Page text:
When it comes to keeping customers, selling shouldn’t be your top priority — engagement should. This means committing to getting to know your new customers in meaningful, value-added ways. Doing so means you’ll minimize the chances of their defection and increase the likelihood of developing a lifelong relationship with these customers.

Gallup data show that fully engaged customers bring 37 percent more annual revenue to their primary bank than actively disengaged customers. When new customers become disengaged, they simply leave for a bank that does value their relationship.

How can you translate your objective of engagement (which then transitions into cross-sell opportunities) into realistic, achievable tactics? Here are five must-haves:

1. Communicate frequently.

A 2015 J.D. Power study shows that customer satisfaction actually increases as the number of communications from their bank increases. Research seems to indicate that customers actually welcome frequent communications from their banks, especially during the initial stages of the relationship.

2. Focusing on multi-channel marketing.

Many banks rely on email, text messages and social media to communicate with new customers because it’s a lower-cost alternative compared to other channels. However, research and experience show that electronic channels may not be the most effective way to develop a personalized customer relationship. You’ll stand out in the marketplace with printed communication pieces that devote space to educating your customers about the benefits of your bank.

3. Develop high-value touch points that encourage customer feedback.

Your initial communications should be high-quality, value-focused touch points that encourage customer feedback (two-way communication). They should be customer focused, not product focused. Every communication should include a clear-cut value proposition and highlights of the bank’s community involvement. It should also show that the products you’re promoting match the customer’s needs and the rates and fees on the accounts are easily understood.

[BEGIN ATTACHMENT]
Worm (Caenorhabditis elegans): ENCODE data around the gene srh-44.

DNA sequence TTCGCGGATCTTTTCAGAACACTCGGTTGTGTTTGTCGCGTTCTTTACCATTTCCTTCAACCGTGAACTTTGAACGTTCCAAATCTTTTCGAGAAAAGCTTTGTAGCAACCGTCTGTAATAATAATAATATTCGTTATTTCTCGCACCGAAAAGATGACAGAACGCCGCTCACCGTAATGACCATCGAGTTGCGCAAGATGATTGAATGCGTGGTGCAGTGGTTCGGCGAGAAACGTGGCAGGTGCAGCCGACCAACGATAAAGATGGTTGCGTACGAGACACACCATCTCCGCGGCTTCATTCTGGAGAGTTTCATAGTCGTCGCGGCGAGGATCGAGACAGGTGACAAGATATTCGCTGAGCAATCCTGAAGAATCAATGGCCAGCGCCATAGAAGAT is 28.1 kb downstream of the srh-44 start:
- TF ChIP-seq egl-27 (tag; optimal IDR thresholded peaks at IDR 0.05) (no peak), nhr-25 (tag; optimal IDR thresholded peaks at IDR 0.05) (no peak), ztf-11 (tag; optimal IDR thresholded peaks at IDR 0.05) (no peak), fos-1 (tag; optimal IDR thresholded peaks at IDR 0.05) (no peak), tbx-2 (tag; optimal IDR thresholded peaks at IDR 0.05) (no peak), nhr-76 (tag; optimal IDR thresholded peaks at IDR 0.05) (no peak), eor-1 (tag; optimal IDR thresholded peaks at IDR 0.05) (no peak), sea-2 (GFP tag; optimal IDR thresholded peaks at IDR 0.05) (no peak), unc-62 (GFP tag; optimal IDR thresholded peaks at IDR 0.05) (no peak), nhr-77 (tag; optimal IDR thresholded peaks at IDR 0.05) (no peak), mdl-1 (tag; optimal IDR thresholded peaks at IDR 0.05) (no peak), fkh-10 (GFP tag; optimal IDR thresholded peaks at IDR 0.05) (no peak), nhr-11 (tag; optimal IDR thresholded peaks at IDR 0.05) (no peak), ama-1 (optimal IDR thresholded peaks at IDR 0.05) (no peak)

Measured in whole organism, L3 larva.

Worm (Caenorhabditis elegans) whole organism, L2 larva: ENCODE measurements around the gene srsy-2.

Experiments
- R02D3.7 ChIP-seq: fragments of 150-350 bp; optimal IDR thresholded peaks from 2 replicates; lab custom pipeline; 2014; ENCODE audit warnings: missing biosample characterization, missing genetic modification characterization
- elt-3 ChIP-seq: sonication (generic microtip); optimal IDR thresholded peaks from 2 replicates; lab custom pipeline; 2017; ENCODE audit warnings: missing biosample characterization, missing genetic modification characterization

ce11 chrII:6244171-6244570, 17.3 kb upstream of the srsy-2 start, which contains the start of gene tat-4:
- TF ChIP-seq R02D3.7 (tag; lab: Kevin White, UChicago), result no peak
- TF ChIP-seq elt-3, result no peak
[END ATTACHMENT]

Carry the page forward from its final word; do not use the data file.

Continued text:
4. Find out what customers need.

What’s the best way to find out what customers want? Ask them. Encourage new customers to share their needs with your bank — through surveys and simply by having your staff engage with them when they visit a branch. Then (and this is important), show them you’re listening. Follow up with a phone call or a written note to show that you appreciate their feedback and offer some solutions to what they say they need.

5. Require staff to follow through on touch points.

Any successful customer engagement program holds staff accountable for following through with new customer contact (sending welcome notes, making two week follow-up calls, etc.). To be sure your staff is doing what they’re supposed to do you need to be able to measure the results of the strategy. This may require your bank to adopt new technology to help automate the engagement process. If you automate the process, your staff will know when and how to contact the customer. Automating the process also helps measure the results of the strategy and identify areas that need improvement.


The above tactics have one important thing in common: They’ll help your bank develop a two-way dialogue with your customers. This kind of conversation is a crucial element in increasing the lifetime value of their customers — and will have an impact on those long-term objectives of lower attrition rates and improved cross-sell ratios for your bank.